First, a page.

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The New California System of Remediation of College Students
Academic Exchange—EXTRA (1999)
  • Linda Serra Hagedorn, University of Southern California

The higher education news is full of stories about New York's latest decision to phase-out remedial education at 9 of the 11 City University of New York (CUNY System) campuses. Remedial education will be the responsibility of the already overworked New York State community college system.

Although this decision is being heralded as drastic it apparently has escaped many that California has already adopted a similar plan. California has a somewhat unique system of postsecondary institutions. Basically there are three layers of institutions each with a different mission and culture. At the top of the hierarchy of prestige is the University of California system (UC). On average, the ten UC campuses accept only the best-prepared students - those that graduated in the upper 12% of their high school classes. Next in line is the California State System (CSU). These 23 campuses are the middle-ground -- typically open to those who graduate in the upper half of their high school class. At the bottom of the heap come the 107 community colleges with their open admission policies. In total, the California system follows what Burton Clark labeled as the "Master Plan." Although not an official part of the Master Plan, most students who transfer from the community colleges enter the California State System.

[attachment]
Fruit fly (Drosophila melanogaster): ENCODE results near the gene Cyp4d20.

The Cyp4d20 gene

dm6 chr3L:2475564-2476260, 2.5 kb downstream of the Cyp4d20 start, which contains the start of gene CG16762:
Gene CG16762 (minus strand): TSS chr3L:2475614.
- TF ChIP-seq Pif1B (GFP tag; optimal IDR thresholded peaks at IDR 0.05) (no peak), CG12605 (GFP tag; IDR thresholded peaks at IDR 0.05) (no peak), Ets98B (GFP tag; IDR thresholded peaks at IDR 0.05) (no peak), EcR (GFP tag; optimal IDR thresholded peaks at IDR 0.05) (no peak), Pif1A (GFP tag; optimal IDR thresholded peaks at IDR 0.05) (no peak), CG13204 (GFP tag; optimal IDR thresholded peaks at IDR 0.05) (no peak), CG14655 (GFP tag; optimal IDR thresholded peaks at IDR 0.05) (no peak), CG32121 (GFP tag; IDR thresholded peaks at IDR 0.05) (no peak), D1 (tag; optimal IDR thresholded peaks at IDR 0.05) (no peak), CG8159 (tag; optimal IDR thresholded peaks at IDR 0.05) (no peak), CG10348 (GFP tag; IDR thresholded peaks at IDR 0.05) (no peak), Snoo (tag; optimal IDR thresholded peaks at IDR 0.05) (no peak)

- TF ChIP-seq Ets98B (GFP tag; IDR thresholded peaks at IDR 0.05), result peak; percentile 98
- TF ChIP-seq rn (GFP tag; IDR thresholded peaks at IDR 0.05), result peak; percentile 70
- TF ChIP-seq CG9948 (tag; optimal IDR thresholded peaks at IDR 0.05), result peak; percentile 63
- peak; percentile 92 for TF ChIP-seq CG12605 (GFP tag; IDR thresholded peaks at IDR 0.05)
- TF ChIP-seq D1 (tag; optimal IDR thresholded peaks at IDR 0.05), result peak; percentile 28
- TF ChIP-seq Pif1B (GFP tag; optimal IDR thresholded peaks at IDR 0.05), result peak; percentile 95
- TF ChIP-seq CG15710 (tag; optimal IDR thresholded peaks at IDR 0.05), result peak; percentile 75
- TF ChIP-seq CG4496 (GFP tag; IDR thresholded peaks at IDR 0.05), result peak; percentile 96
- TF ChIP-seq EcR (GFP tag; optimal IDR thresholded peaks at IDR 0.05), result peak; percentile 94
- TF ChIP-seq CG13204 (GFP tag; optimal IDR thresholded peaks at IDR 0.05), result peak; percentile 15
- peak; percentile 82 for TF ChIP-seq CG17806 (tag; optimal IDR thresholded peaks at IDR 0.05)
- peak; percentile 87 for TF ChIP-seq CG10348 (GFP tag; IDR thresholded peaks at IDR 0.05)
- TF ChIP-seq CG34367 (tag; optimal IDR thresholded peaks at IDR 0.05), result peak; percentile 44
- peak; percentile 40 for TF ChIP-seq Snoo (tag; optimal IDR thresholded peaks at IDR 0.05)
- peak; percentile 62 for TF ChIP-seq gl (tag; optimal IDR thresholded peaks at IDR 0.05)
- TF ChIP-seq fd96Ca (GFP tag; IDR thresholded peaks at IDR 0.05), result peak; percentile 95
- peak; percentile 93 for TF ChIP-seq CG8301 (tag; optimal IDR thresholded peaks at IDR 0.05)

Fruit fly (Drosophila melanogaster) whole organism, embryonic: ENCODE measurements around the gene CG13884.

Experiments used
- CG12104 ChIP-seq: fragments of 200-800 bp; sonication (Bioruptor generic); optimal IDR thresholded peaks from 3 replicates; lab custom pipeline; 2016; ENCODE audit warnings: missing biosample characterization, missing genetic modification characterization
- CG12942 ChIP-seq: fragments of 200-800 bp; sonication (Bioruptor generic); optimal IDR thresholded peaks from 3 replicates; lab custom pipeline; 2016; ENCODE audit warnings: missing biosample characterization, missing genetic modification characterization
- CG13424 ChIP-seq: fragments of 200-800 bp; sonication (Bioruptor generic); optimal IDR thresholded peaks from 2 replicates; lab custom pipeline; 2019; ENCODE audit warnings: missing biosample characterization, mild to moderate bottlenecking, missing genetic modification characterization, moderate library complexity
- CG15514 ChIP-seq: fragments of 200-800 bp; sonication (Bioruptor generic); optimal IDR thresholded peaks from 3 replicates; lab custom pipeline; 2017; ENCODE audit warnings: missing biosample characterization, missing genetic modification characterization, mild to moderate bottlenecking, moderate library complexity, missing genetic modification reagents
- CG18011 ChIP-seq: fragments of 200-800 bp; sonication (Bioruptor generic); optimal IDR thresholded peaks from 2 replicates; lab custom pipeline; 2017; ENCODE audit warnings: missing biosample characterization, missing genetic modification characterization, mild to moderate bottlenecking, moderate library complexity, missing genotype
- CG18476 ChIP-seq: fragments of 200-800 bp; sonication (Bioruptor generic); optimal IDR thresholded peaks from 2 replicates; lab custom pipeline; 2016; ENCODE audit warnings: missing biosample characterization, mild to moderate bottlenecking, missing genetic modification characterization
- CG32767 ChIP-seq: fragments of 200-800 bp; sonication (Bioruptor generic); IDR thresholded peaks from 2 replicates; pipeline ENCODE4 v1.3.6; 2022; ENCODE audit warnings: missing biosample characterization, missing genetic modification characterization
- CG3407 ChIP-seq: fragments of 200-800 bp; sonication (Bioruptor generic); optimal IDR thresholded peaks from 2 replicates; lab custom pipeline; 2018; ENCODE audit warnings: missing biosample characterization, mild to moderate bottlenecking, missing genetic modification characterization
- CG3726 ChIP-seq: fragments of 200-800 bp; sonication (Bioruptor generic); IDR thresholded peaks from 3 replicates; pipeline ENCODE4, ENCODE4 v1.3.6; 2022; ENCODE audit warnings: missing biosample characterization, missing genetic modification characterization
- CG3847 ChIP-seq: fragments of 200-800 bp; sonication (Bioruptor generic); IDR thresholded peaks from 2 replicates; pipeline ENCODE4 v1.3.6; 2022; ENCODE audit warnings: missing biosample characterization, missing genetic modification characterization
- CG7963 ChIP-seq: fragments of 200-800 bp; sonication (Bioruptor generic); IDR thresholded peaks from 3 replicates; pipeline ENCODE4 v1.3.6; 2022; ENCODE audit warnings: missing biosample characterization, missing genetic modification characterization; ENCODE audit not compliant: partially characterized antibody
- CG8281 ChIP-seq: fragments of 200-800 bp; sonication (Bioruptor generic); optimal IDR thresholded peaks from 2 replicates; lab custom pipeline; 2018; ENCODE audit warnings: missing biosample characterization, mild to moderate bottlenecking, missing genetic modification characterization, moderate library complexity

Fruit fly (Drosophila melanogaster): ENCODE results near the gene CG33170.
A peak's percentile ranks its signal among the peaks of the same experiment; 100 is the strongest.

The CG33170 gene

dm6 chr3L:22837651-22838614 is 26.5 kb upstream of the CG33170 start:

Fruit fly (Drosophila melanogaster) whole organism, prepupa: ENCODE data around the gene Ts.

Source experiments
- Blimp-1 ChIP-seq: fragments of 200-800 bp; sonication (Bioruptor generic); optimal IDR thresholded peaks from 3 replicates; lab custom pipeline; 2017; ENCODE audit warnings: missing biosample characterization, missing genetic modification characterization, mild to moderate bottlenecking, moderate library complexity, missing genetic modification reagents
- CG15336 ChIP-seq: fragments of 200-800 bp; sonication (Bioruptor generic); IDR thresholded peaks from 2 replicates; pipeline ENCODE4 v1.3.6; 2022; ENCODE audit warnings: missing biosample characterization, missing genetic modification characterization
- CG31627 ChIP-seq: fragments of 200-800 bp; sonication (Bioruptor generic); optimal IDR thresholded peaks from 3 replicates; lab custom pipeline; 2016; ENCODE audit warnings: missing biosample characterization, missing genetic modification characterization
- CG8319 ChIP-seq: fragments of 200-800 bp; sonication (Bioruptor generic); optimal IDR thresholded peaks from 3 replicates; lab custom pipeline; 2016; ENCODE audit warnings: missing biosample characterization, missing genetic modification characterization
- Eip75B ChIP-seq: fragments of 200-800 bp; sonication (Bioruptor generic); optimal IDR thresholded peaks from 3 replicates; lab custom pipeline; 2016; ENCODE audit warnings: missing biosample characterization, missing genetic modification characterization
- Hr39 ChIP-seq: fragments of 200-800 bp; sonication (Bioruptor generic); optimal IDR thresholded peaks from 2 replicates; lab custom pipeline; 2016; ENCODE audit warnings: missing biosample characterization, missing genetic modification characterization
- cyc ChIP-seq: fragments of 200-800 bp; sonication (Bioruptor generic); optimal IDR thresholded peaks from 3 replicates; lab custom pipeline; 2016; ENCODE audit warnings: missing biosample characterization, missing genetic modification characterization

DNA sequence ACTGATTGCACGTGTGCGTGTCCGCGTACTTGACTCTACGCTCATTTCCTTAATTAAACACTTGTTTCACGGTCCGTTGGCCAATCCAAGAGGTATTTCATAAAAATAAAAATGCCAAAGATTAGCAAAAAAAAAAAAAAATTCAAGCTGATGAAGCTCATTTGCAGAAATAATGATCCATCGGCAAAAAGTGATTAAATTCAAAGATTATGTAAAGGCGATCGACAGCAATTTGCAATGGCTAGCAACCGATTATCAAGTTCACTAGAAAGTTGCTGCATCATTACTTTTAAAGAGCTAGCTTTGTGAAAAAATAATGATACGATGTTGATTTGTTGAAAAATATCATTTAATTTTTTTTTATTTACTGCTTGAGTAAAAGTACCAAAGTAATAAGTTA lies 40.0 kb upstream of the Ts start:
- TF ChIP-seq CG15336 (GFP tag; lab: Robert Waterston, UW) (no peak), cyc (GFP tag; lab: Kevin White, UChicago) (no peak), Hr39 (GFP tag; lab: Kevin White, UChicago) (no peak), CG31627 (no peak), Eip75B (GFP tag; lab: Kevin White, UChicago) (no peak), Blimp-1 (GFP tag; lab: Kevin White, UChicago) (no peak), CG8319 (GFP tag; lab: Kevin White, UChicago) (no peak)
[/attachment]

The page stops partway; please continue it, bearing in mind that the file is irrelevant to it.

Publication Date
December, 1999
Citation Information
Linda Serra Hagedorn. "The New California System of Remediation of College Students" Academic Exchange—EXTRA (1999)
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